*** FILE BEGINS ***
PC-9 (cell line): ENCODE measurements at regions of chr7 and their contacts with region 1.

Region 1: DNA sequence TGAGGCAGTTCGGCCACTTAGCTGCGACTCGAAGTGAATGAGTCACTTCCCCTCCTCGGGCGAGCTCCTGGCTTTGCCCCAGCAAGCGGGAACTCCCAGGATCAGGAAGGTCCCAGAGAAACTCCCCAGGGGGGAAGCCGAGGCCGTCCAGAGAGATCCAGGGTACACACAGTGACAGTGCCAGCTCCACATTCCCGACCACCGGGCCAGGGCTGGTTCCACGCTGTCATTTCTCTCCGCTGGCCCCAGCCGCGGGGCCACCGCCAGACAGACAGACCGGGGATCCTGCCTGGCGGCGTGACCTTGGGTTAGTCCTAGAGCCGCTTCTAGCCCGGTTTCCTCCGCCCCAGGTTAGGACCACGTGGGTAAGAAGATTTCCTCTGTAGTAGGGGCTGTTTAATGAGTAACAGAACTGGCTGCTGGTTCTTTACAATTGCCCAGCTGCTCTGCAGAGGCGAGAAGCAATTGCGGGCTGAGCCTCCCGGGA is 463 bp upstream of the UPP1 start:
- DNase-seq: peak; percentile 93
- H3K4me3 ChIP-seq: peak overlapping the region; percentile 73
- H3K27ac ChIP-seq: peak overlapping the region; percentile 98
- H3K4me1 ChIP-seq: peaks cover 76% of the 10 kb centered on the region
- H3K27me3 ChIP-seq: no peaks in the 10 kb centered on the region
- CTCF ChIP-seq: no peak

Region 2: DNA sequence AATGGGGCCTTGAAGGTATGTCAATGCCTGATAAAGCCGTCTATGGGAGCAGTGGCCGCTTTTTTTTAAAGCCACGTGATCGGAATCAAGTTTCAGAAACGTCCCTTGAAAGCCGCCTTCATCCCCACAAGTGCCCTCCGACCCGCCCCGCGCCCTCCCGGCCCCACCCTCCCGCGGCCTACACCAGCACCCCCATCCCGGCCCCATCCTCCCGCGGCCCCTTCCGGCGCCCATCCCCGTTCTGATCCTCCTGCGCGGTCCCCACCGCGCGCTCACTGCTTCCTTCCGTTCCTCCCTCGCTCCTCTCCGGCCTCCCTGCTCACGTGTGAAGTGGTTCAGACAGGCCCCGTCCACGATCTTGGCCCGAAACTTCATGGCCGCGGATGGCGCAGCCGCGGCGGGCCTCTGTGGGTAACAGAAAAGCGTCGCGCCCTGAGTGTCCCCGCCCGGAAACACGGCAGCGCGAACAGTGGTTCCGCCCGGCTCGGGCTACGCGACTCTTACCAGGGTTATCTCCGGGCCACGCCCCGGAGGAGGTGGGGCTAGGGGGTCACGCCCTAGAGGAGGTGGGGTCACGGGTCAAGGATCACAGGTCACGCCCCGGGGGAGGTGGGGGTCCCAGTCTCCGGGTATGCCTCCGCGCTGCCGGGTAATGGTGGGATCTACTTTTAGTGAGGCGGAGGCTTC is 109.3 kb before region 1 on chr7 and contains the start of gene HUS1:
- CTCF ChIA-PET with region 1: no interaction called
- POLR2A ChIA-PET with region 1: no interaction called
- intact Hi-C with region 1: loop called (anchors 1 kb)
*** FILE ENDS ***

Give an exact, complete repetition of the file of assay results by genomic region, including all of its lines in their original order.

PC-9 (cell line): ENCODE measurements at regions of chr7 and their contacts with region 1.

Region 1: DNA sequence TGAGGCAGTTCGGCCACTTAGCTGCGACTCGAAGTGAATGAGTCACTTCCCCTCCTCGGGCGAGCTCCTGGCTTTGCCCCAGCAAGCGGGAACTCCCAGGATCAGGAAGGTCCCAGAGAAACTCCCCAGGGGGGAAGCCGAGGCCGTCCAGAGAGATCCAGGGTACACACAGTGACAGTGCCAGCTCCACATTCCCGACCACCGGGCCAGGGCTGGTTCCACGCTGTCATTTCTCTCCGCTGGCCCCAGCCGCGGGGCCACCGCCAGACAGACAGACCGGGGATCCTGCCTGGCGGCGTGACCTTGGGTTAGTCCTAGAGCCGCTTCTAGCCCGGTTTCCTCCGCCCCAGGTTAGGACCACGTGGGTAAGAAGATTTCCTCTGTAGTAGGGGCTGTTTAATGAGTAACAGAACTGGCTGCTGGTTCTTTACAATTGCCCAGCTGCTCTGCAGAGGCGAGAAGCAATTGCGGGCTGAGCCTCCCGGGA is 463 bp upstream of the UPP1 start:
- DNase-seq: peak; percentile 93
- H3K4me3 ChIP-seq: peak overlapping the region; percentile 73
- H3K27ac ChIP-seq: peak overlapping the region; percentile 98
- H3K4me1 ChIP-seq: peaks cover 76% of the 10 kb centered on the region
- H3K27me3 ChIP-seq: no peaks in the 10 kb centered on the region
- CTCF ChIP-seq: no peak

Region 2: DNA sequence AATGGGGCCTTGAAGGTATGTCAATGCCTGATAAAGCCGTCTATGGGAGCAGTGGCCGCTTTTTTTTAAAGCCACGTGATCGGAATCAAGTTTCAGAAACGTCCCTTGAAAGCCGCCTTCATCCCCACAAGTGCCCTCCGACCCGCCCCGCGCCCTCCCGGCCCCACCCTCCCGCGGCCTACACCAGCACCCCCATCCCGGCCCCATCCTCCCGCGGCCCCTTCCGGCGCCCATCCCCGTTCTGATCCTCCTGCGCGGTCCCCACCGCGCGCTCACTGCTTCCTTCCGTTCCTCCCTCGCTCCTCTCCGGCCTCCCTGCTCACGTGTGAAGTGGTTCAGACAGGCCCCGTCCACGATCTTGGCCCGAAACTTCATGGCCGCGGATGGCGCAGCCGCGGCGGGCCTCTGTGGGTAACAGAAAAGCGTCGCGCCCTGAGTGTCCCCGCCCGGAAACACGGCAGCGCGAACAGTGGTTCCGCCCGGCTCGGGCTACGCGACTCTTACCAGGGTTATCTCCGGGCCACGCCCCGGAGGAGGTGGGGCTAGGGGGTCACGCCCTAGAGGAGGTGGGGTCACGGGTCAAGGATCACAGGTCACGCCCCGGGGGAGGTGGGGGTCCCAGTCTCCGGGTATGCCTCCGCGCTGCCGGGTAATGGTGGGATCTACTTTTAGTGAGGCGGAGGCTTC is 109.3 kb before region 1 on chr7 and contains the start of gene HUS1:
- CTCF ChIA-PET with region 1: no interaction called
- POLR2A ChIA-PET with region 1: no interaction called
- intact Hi-C with region 1: loop called (anchors 1 kb)